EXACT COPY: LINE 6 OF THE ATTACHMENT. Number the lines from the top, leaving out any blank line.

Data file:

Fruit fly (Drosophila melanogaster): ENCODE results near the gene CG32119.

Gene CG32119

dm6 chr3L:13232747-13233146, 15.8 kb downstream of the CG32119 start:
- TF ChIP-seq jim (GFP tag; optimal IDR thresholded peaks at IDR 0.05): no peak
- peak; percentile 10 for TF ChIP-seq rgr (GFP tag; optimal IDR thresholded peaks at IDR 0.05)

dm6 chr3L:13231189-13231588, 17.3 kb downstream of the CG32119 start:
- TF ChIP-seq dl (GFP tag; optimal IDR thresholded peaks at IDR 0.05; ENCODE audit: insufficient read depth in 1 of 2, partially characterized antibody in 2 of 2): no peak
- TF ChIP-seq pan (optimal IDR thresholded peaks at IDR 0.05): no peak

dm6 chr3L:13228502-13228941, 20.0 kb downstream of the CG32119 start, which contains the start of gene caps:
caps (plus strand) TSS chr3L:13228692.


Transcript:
dm6 chr3L:13231189-13231588, 17.3 kb downstream of the CG32119 start: